At the end of the week is also an activity, usually a small writing project. These have been really simple and FUN! One week, my daughter was learning about onomatopoeia (words that are spelt like they sound,) so her writing project at the end of the week was a comic strip and to use as many onomatopoeia words as she could (like BOOM, POW, Eek!) She thought this was so fun and gladly completed it, and my son wanted to do it too, so he joined her.
While you are going through this guide, you are reading the book together. It does not tell you how many pages or chapters to read when, it is totally up to you and how quickly and slowly you get through it. *Personally, I went through the guide before hand and looked at the passages it gave each week. It tells you the page number in the book, so I would find it and just try to make sure we were to that point in the book when we got to that passage for the week.
Here is an example of one week of DART (week 1) using the guide for Heartwood Hotel: The first day of the week we would do the copy work and any additional spelling. Each day throughout the week we would complete one of the purple highlighted sections. One day for the spotlight section, and the activity section at the end of the week. (*If you notice the dates I penciled in, this was a condensed week because we were busy. It is able to be very flexible and combine multiple sections at once because they are short and simple.)
We both LOVED trying this program. I am still amazed at how simple and organic it is, yet I feel like she learned so much and we had FUN doing it! It was a breath of fresh air to have her excited about schoolwork again!
It does feel very strange to not have a “workbook,” but as we have gone through it, I have been trying to trust the process and see how it goes. I have been pleasantly surprised on the positive impact it has made on my daughter. It’s such an organic approach to LA, and writing, and I’ve been noticing my daughter is able to identify what she is learning in many other things. Instead of learning grammar “rules” you’re seeing them out in real life stories and the world you are living in. As we continued to read the story together, she would stop me and point out different things she was learning about. I think this method has actually helped her retain the concepts better.
I am also surprised, and thankful, for the connection this curriculum has brought us. I know it might not always be this way, and I don’t know how it was possible, but we literally both laughed through every lesson. It must be in the way Julie Bogart wrote these lessons and used examples that would be understandable to younger kids, but they are just fun! They are not written like textbooks, but more like a conversation she is having with you, and I love that. Since it doesn’t use a workbook, most of the lessons are reading together and then chatting about it. I would teach her a concept from the guide and then we would talk about different ways it is used in real life. I really enjoyed that she was excited to do LA each day and have that special time with me.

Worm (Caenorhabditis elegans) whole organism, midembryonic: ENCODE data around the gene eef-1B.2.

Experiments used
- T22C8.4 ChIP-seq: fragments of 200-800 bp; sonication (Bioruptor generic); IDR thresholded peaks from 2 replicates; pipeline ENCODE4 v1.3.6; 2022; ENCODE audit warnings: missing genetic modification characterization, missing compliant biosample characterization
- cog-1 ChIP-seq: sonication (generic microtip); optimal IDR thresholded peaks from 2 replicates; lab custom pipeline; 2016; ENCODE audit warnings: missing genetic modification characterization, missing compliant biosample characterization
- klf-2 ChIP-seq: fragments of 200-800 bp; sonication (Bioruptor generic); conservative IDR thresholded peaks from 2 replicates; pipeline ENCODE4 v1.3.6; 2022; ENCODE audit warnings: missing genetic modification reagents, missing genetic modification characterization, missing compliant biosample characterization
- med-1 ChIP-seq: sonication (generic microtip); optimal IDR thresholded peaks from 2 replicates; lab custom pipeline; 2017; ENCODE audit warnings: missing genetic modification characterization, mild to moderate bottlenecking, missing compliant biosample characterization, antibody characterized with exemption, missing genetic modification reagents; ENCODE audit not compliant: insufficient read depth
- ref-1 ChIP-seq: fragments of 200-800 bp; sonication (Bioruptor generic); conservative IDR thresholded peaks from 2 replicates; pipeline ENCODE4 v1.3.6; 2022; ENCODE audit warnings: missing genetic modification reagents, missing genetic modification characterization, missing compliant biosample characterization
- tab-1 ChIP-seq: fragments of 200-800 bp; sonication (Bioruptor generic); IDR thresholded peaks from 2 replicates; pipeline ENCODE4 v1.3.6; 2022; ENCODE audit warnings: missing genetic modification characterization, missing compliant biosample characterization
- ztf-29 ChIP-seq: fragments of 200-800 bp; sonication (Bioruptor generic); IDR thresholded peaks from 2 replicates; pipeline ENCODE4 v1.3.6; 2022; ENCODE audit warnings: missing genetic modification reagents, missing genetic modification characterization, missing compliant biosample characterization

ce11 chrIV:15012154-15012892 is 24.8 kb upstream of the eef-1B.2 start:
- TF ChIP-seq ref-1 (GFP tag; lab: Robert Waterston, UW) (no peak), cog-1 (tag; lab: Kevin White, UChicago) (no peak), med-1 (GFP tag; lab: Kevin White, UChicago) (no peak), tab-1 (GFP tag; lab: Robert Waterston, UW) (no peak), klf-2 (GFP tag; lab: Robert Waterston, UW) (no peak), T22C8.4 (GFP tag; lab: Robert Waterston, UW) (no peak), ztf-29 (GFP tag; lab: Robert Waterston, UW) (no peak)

Before we even finished this guide, she was asking if we could keep doing this and what the next book was going to be. 😊
If you have children that are close in age, this program would be amazing to do together family style!
Does it meet state requirements for LA?
Yes! There are multiple DART guides to choose from and she will continue to use DART until age 10. Each guide may introduce your student to new concepts (like adjectives or onomatopoeia), but some might be an easy review (such as punctuation.) So, as you go through more guides, I feel like you are getting a great balance of new and still practicing what they have already learned.
I also researched the average public school Language Arts and writing requirements for 3rd grade and used the book Home Learning Year by Year (great book to have!) All the concepts that she should be introduced to and learn throughout 3rd grade are included in the DART guides. So even though these guides seem so simple, she is learning what she needs to learn at this age.
To ease my mind, I have been adding just a few additional resources as we worked through the DART. You do not have to use any of these, I just like them for extra practice and expanding my daughter’s vocabulary. As time goes on, and we get more used to using the DART guides, we may not need all of these anymore. For now though, they are really simple to use and have been a great addition.
Grammar– I added this small Grammar workbook from Scholastic as an independent review and practice of certain concepts. As we are learning different literary topics each week, I go to the index of the Grammar book and can find a worksheet for her to practice. If we don’t discuss the same concept again the following week, I’ll also have her do a page to review what she learned previously. These are simple, quick, and she is able to do them on her own.